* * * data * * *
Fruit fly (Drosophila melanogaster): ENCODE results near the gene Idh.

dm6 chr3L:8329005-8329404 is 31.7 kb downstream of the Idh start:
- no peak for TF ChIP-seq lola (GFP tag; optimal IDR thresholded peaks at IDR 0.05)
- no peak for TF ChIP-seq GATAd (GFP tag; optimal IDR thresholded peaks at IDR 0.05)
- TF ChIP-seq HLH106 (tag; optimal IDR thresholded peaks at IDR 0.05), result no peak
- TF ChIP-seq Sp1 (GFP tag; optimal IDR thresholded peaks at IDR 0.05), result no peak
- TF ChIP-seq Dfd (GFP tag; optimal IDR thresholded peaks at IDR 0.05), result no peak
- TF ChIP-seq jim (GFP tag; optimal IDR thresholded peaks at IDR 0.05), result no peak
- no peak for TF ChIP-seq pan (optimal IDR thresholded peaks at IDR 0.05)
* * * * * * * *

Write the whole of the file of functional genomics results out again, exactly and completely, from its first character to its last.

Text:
Fruit fly (Drosophila melanogaster): ENCODE results near the gene Idh.

dm6 chr3L:8329005-8329404 is 31.7 kb downstream of the Idh start:
- no peak for TF ChIP-seq lola (GFP tag; optimal IDR thresholded peaks at IDR 0.05)
- no peak for TF ChIP-seq GATAd (GFP tag; optimal IDR thresholded peaks at IDR 0.05)
- TF ChIP-seq HLH106 (tag; optimal IDR thresholded peaks at IDR 0.05), result no peak
- TF ChIP-seq Sp1 (GFP tag; optimal IDR thresholded peaks at IDR 0.05), result no peak
- TF ChIP-seq Dfd (GFP tag; optimal IDR thresholded peaks at IDR 0.05), result no peak
- TF ChIP-seq jim (GFP tag; optimal IDR thresholded peaks at IDR 0.05), result no peak
- no peak for TF ChIP-seq pan (optimal IDR thresholded peaks at IDR 0.05)